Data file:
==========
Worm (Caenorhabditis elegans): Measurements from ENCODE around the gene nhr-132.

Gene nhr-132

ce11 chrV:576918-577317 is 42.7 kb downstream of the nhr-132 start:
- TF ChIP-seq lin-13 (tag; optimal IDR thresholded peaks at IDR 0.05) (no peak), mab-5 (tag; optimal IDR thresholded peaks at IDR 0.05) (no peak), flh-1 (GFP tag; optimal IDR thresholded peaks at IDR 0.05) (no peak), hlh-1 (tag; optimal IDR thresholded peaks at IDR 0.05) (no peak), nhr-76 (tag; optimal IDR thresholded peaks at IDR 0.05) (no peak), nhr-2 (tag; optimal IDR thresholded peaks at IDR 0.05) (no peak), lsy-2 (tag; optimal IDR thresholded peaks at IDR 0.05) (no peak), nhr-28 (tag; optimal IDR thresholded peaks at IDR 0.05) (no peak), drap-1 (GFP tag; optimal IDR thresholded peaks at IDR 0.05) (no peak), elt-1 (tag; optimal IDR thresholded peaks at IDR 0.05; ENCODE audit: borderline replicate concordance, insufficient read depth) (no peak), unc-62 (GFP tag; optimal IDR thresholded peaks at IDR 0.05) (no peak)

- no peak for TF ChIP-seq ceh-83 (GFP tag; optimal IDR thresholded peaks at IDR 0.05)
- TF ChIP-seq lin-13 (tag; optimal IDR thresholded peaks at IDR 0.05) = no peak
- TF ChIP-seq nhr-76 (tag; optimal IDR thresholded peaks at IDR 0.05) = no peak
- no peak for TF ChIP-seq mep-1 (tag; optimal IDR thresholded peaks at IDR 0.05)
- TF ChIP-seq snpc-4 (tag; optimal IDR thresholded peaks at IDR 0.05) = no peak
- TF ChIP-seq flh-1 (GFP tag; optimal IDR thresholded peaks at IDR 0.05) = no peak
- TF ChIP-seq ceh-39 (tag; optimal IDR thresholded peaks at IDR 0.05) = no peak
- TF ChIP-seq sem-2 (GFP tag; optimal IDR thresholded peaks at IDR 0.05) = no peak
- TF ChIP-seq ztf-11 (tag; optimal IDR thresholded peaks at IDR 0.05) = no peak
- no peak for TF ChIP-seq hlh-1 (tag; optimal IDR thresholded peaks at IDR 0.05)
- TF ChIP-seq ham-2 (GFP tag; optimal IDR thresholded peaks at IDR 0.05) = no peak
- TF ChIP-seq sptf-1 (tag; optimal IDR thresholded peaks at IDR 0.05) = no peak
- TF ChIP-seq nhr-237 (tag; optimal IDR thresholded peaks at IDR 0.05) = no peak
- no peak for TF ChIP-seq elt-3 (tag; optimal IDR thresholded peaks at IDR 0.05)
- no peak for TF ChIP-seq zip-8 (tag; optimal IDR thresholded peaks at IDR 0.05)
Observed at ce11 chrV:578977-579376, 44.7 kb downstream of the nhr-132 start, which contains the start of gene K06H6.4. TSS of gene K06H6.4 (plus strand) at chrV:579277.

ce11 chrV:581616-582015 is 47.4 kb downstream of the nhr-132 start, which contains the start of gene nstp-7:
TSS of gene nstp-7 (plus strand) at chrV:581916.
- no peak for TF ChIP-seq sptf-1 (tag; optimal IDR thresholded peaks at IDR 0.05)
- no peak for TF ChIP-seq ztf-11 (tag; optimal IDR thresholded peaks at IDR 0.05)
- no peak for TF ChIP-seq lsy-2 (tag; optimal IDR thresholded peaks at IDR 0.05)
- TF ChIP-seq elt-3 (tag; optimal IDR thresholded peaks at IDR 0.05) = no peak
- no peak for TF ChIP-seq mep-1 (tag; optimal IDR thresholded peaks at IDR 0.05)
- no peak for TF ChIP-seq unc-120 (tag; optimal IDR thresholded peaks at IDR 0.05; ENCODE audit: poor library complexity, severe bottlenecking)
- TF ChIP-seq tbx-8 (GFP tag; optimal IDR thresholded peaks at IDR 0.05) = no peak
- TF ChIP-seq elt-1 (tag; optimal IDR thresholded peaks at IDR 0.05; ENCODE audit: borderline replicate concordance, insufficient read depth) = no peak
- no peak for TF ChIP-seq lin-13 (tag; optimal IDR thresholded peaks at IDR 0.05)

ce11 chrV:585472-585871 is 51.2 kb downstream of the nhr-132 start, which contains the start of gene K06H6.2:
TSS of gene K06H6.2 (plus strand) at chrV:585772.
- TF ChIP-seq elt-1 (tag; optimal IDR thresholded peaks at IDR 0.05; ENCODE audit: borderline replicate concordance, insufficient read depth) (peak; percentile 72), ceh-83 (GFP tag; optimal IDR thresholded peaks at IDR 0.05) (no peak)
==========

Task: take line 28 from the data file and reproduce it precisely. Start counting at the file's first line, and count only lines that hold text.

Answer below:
- no peak for TF ChIP-seq unc-120 (tag; optimal IDR thresholded peaks at IDR 0.05; ENCODE audit: poor library complexity, severe bottlenecking)